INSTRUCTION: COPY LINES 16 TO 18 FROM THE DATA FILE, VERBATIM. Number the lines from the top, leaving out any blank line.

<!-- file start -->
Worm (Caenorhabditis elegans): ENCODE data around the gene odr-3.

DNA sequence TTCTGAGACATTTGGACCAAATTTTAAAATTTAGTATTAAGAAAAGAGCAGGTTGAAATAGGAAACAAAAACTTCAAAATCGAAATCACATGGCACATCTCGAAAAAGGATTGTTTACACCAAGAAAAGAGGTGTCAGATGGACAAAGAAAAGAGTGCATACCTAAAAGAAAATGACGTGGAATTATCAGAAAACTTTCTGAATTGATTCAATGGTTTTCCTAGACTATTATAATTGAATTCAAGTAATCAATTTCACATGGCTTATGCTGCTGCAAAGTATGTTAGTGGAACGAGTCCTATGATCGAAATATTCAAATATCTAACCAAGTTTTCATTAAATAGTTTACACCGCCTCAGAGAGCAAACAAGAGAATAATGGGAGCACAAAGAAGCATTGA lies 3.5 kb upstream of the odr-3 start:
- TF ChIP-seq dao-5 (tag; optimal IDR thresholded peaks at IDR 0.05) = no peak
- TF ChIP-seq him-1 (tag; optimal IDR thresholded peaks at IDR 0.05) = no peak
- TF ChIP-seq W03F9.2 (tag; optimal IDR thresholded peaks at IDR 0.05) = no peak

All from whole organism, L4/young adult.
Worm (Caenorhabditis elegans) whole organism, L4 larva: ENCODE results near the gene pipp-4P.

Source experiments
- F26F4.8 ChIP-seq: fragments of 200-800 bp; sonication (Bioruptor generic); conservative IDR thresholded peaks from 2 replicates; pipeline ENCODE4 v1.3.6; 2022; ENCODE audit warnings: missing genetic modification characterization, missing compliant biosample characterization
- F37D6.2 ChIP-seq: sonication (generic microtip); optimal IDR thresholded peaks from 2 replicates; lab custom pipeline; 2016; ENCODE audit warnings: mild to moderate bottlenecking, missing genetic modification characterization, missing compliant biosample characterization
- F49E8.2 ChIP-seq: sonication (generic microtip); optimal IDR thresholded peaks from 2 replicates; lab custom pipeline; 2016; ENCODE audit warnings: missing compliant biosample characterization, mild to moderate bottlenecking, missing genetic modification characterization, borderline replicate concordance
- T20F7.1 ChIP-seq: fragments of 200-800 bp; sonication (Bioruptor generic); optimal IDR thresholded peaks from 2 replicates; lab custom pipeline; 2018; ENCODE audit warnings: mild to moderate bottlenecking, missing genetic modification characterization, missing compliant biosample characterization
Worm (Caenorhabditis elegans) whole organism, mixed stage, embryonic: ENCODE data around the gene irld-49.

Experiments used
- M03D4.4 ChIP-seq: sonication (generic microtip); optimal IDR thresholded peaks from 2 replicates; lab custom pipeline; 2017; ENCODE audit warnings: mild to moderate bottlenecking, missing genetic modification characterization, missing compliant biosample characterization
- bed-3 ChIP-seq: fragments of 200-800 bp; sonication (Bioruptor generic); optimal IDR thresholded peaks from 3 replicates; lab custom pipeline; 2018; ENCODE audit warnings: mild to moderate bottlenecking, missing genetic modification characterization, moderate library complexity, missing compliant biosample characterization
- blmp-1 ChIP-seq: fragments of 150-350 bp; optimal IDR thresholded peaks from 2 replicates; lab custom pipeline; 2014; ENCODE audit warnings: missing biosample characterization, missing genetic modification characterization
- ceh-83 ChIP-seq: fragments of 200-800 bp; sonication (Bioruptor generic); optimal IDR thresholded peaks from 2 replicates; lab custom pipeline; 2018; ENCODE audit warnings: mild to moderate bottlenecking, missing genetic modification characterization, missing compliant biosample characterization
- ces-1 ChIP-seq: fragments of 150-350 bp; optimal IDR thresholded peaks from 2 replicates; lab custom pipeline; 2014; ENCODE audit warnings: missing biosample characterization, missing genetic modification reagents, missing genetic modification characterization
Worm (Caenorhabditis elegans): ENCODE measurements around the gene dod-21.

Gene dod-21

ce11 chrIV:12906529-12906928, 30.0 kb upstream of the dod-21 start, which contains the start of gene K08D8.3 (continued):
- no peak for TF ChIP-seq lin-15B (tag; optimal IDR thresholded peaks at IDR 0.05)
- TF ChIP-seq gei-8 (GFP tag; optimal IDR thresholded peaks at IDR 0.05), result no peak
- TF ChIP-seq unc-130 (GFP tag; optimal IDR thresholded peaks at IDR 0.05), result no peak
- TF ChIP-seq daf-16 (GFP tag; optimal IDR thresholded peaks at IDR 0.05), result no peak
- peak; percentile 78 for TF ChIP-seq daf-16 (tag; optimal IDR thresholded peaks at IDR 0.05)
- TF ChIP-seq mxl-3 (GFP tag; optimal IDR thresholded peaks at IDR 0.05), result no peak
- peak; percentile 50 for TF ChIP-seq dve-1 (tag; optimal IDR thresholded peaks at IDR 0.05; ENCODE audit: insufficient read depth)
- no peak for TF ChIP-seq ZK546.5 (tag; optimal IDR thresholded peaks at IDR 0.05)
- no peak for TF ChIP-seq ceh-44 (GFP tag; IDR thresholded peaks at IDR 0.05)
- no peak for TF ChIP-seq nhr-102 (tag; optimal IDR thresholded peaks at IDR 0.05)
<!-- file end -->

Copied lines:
- bed-3 ChIP-seq: fragments of 200-800 bp; sonication (Bioruptor generic); optimal IDR thresholded peaks from 3 replicates; lab custom pipeline; 2018; ENCODE audit warnings: mild to moderate bottlenecking, missing genetic modification characterization, moderate library complexity, missing compliant biosample characterization
- blmp-1 ChIP-seq: fragments of 150-350 bp; optimal IDR thresholded peaks from 2 replicates; lab custom pipeline; 2014; ENCODE audit warnings: missing biosample characterization, missing genetic modification characterization
- ceh-83 ChIP-seq: fragments of 200-800 bp; sonication (Bioruptor generic); optimal IDR thresholded peaks from 2 replicates; lab custom pipeline; 2018; ENCODE audit warnings: mild to moderate bottlenecking, missing genetic modification characterization, missing compliant biosample characterization